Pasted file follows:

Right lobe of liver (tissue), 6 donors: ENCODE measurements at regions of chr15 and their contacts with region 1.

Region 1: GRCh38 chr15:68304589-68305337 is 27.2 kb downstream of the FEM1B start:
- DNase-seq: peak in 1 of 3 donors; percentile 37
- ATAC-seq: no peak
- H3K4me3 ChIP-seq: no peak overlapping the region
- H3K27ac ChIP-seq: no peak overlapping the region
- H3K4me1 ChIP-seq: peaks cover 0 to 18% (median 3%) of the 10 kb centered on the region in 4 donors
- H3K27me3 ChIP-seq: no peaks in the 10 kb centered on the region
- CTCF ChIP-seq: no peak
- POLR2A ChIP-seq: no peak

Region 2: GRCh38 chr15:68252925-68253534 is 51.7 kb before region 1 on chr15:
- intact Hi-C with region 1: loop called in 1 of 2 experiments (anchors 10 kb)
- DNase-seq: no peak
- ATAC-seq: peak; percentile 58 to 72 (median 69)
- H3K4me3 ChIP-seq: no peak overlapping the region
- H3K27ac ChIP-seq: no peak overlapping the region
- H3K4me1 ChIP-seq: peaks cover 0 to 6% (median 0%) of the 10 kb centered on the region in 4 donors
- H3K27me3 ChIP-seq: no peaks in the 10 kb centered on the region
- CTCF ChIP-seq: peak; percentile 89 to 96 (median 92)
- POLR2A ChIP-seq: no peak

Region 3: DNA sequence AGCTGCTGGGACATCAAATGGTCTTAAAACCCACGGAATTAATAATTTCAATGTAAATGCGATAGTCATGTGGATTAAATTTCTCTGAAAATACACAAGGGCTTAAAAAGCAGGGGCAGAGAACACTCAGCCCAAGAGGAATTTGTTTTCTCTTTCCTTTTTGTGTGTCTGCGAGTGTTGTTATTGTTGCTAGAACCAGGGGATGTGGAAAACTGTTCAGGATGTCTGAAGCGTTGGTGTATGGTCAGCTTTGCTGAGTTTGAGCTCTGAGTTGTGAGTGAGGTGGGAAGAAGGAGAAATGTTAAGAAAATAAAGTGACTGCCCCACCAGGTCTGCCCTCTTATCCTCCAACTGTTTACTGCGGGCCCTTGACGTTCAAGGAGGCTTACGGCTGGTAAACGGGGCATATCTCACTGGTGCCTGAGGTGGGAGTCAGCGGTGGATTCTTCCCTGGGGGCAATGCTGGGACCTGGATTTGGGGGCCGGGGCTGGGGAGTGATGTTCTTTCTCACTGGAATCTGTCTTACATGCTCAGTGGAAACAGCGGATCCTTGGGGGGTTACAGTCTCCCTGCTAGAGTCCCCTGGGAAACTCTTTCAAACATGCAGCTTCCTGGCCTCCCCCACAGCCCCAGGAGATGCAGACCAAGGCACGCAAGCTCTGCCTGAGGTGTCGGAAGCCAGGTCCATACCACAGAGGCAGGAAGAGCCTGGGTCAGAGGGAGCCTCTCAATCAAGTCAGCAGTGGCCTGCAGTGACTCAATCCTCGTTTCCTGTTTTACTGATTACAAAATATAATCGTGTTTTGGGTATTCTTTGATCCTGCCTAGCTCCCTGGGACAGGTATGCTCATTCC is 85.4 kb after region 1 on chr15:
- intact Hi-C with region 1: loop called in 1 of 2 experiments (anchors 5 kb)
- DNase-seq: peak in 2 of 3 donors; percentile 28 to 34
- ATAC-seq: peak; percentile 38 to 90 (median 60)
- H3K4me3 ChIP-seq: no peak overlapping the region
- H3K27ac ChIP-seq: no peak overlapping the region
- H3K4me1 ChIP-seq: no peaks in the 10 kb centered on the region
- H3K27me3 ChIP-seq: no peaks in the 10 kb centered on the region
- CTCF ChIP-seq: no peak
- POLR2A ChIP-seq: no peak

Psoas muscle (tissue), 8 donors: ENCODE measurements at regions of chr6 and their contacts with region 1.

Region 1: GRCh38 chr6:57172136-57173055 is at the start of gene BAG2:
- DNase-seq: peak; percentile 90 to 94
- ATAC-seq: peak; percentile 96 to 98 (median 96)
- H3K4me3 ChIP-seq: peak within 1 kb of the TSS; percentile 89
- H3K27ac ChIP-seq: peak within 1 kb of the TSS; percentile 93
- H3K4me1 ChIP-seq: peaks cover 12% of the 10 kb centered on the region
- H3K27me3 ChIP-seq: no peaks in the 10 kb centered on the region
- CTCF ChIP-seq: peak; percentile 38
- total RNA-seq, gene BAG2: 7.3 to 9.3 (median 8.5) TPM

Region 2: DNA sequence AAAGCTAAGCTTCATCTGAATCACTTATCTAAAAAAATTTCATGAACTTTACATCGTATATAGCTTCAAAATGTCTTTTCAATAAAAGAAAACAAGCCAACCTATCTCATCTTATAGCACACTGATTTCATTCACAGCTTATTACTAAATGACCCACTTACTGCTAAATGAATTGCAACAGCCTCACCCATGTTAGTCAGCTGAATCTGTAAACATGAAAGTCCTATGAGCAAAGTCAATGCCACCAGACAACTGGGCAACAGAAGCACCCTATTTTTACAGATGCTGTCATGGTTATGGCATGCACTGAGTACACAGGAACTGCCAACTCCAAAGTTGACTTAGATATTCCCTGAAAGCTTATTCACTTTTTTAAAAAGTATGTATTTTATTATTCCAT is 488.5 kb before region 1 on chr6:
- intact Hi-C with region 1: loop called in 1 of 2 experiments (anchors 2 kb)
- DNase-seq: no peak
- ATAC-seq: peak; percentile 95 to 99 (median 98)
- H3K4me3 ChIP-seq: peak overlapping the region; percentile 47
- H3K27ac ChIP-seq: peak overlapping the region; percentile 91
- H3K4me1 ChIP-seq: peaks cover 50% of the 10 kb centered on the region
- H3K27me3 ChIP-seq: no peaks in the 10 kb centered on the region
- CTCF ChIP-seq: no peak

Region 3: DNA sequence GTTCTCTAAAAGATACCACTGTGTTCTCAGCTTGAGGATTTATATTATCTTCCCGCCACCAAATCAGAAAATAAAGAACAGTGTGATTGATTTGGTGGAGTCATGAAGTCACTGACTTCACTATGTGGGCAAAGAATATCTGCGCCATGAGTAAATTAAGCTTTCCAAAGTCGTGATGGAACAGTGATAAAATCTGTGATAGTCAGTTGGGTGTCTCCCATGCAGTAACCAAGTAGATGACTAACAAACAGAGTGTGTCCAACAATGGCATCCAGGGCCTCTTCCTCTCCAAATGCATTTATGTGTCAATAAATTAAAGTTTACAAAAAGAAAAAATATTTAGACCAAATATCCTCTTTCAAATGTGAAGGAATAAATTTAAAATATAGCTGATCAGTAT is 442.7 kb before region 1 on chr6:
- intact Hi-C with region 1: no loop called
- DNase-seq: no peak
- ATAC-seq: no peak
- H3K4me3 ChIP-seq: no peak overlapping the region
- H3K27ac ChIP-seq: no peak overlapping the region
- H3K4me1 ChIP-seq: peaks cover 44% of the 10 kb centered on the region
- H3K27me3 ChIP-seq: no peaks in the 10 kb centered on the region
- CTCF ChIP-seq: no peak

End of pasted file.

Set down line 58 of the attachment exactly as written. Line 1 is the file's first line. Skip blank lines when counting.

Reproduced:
- CTCF ChIP-seq: no peak